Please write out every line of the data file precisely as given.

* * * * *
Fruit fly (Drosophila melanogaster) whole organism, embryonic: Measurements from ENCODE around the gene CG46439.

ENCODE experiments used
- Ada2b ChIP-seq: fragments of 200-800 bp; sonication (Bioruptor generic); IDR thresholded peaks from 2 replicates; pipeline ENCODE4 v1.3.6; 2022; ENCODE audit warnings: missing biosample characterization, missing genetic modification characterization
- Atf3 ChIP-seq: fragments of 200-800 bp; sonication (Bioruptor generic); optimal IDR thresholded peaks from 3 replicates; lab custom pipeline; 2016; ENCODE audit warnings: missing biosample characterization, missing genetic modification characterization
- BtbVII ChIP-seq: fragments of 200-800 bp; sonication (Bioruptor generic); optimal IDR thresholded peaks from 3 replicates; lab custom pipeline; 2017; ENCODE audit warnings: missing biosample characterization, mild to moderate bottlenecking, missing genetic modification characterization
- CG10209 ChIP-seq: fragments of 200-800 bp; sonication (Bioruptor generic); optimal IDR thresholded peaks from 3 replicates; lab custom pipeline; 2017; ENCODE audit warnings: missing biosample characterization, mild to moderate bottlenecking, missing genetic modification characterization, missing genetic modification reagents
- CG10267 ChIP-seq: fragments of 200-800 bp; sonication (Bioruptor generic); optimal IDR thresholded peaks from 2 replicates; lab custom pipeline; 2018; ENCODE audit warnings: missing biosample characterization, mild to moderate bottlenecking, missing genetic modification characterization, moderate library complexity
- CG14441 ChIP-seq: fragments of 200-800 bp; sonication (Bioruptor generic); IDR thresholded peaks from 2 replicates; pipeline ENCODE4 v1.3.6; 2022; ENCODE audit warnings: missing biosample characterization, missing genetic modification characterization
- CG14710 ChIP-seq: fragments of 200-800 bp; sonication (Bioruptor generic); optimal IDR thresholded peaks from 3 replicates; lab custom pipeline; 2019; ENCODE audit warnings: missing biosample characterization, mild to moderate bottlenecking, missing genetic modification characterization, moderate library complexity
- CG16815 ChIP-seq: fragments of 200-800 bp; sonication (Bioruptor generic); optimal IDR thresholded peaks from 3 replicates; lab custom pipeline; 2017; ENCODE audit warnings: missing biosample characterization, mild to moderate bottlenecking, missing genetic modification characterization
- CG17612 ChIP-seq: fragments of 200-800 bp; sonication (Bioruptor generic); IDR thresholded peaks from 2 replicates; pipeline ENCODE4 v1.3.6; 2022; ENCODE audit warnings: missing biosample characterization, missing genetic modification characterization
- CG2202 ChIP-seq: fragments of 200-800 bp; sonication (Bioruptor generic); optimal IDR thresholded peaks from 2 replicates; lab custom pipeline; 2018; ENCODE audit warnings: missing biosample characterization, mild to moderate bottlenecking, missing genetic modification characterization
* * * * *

Fruit fly (Drosophila melanogaster) whole organism, embryonic: Measurements from ENCODE around the gene CG46439.

ENCODE experiments used
- Ada2b ChIP-seq: fragments of 200-800 bp; sonication (Bioruptor generic); IDR thresholded peaks from 2 replicates; pipeline ENCODE4 v1.3.6; 2022; ENCODE audit warnings: missing biosample characterization, missing genetic modification characterization
- Atf3 ChIP-seq: fragments of 200-800 bp; sonication (Bioruptor generic); optimal IDR thresholded peaks from 3 replicates; lab custom pipeline; 2016; ENCODE audit warnings: missing biosample characterization, missing genetic modification characterization
- BtbVII ChIP-seq: fragments of 200-800 bp; sonication (Bioruptor generic); optimal IDR thresholded peaks from 3 replicates; lab custom pipeline; 2017; ENCODE audit warnings: missing biosample characterization, mild to moderate bottlenecking, missing genetic modification characterization
- CG10209 ChIP-seq: fragments of 200-800 bp; sonication (Bioruptor generic); optimal IDR thresholded peaks from 3 replicates; lab custom pipeline; 2017; ENCODE audit warnings: missing biosample characterization, mild to moderate bottlenecking, missing genetic modification characterization, missing genetic modification reagents
- CG10267 ChIP-seq: fragments of 200-800 bp; sonication (Bioruptor generic); optimal IDR thresholded peaks from 2 replicates; lab custom pipeline; 2018; ENCODE audit warnings: missing biosample characterization, mild to moderate bottlenecking, missing genetic modification characterization, moderate library complexity
- CG14441 ChIP-seq: fragments of 200-800 bp; sonication (Bioruptor generic); IDR thresholded peaks from 2 replicates; pipeline ENCODE4 v1.3.6; 2022; ENCODE audit warnings: missing biosample characterization, missing genetic modification characterization
- CG14710 ChIP-seq: fragments of 200-800 bp; sonication (Bioruptor generic); optimal IDR thresholded peaks from 3 replicates; lab custom pipeline; 2019; ENCODE audit warnings: missing biosample characterization, mild to moderate bottlenecking, missing genetic modification characterization, moderate library complexity
- CG16815 ChIP-seq: fragments of 200-800 bp; sonication (Bioruptor generic); optimal IDR thresholded peaks from 3 replicates; lab custom pipeline; 2017; ENCODE audit warnings: missing biosample characterization, mild to moderate bottlenecking, missing genetic modification characterization
- CG17612 ChIP-seq: fragments of 200-800 bp; sonication (Bioruptor generic); IDR thresholded peaks from 2 replicates; pipeline ENCODE4 v1.3.6; 2022; ENCODE audit warnings: missing biosample characterization, missing genetic modification characterization
- CG2202 ChIP-seq: fragments of 200-800 bp; sonication (Bioruptor generic); optimal IDR thresholded peaks from 2 replicates; lab custom pipeline; 2018; ENCODE audit warnings: missing biosample characterization, mild to moderate bottlenecking, missing genetic modification characterization